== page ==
DeleteRegarding Einstein. As you full well know, GR is necessary to explain the perihelion precession of Mercury, of which there was data BEFORE Einstein even started thinking about it.

I think a better example is Special Relativity.

DeleteAt the time there were two incompatible theories on movement, one for matter, Newtonian mechanics, and one for Electromagnetic fields. Mathematically, they obeyed the Galileo and Lorentz transforms, respectively.

Einstein brought everything under the Lorentz transform. That was far from obvious at the time, as I understood. The experimental evidence seemed to have been less than compelling too.

Why do you think the Lorentz transformation is called Lorentz transformation?

DeleteBecause it was developed by Hendrik Lorentz. But, IIRC, that was only applied to EM problems before SR. I did not know Lorentz applied it to matter mechanics before Einstein's 1905 paper.

DeleteI took your comment to refer to experimental evidence for Lorentz transformation, but maybe I misunderstood.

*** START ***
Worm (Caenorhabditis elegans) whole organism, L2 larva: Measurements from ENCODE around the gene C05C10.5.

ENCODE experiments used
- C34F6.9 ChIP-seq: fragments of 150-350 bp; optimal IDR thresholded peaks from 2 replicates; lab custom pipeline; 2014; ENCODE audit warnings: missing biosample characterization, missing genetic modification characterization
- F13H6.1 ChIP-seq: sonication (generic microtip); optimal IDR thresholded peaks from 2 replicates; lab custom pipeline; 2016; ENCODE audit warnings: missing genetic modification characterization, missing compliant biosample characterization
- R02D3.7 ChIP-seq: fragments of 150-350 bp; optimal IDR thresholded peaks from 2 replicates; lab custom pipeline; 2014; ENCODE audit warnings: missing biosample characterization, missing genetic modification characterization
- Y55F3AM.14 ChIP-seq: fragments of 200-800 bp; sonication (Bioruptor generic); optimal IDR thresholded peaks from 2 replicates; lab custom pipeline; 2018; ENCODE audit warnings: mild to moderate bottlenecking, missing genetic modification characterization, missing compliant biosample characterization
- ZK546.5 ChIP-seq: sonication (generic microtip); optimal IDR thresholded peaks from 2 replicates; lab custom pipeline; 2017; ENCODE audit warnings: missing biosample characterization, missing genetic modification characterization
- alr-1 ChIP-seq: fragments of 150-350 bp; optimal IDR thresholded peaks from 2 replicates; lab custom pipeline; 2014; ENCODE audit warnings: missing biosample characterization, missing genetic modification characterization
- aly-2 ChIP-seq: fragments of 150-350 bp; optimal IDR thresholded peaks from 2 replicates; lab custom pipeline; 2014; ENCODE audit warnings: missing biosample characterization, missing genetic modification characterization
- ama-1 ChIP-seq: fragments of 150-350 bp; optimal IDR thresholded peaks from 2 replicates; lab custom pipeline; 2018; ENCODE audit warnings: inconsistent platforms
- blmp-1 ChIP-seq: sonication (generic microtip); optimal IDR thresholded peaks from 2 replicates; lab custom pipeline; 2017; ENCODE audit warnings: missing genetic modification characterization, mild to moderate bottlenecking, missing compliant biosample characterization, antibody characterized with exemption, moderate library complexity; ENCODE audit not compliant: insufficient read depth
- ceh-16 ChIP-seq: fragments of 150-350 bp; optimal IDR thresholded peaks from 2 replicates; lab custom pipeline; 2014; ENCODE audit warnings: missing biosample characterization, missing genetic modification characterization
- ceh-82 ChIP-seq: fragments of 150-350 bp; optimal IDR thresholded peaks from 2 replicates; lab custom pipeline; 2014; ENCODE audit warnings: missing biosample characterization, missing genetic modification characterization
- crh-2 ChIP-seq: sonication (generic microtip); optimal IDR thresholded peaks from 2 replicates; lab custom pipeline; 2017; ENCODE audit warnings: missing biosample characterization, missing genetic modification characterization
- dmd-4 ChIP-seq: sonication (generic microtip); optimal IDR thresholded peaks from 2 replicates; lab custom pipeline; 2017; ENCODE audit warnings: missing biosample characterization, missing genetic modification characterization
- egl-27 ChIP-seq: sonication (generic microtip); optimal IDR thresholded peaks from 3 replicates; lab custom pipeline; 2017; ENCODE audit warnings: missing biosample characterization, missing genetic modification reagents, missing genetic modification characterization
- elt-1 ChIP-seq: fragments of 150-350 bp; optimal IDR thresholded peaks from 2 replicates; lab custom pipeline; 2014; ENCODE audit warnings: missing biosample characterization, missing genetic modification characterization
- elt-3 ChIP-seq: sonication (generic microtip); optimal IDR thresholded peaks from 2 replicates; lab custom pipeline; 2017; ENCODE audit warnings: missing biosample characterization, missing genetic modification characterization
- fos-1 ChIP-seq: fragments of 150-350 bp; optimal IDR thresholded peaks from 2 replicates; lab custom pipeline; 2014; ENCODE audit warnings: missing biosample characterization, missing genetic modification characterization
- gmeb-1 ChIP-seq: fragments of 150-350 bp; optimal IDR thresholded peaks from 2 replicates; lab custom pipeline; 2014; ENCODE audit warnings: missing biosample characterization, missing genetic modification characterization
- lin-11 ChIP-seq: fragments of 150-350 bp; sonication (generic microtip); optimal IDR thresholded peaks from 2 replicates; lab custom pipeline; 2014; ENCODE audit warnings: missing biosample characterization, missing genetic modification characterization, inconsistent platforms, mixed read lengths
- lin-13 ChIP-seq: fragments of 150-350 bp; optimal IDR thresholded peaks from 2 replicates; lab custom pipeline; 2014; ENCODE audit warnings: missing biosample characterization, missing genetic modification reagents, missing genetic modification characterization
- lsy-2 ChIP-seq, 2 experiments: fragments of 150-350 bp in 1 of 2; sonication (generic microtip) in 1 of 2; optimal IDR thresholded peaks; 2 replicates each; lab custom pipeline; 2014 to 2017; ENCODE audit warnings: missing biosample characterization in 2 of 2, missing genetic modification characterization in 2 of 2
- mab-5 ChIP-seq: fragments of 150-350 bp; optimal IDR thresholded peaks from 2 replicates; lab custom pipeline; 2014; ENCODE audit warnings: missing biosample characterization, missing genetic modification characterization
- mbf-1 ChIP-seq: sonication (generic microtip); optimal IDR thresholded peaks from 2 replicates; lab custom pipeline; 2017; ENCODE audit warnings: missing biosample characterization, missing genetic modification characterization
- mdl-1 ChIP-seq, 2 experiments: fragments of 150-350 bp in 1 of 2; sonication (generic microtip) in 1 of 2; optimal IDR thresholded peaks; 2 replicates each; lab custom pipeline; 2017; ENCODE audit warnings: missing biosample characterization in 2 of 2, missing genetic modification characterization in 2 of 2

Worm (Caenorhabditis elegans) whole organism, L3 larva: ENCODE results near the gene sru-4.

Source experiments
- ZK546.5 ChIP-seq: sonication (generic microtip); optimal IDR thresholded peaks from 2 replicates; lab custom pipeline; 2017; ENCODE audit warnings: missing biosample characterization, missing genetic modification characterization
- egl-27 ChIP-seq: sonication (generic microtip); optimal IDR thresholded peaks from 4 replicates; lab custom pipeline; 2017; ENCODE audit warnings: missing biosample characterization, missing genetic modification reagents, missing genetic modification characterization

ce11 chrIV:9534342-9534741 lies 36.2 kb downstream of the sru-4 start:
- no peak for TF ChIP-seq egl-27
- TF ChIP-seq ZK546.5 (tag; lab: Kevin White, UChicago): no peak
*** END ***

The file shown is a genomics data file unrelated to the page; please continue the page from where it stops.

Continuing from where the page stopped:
Delete"experimental evidence for Lorentz transformation"

DeleteNo, the evidence is without doubt. This was just a "history of physics" remark.

Sabine: "lots of people have explained how the information gets out, if it gets out".

DeletePlease explain one of these mechanisms to me. As far as I can tell, they all go like "black holes have non-local dynamics, so we don't need to follow the constraints of general relativity (with no explanation of how this actually works), so the information can get out. Or "AdS-CFT holds, and the information clearly gets out in the boundary theory, so it must get out in the bulk theory. Or "black holes don't actually have boundaries, they are made of strings, and they have soft, fuzzy exteriors, so the information can clearly get out.

As far as I am concerned, none of these is a satisfactory explanation.

Peter,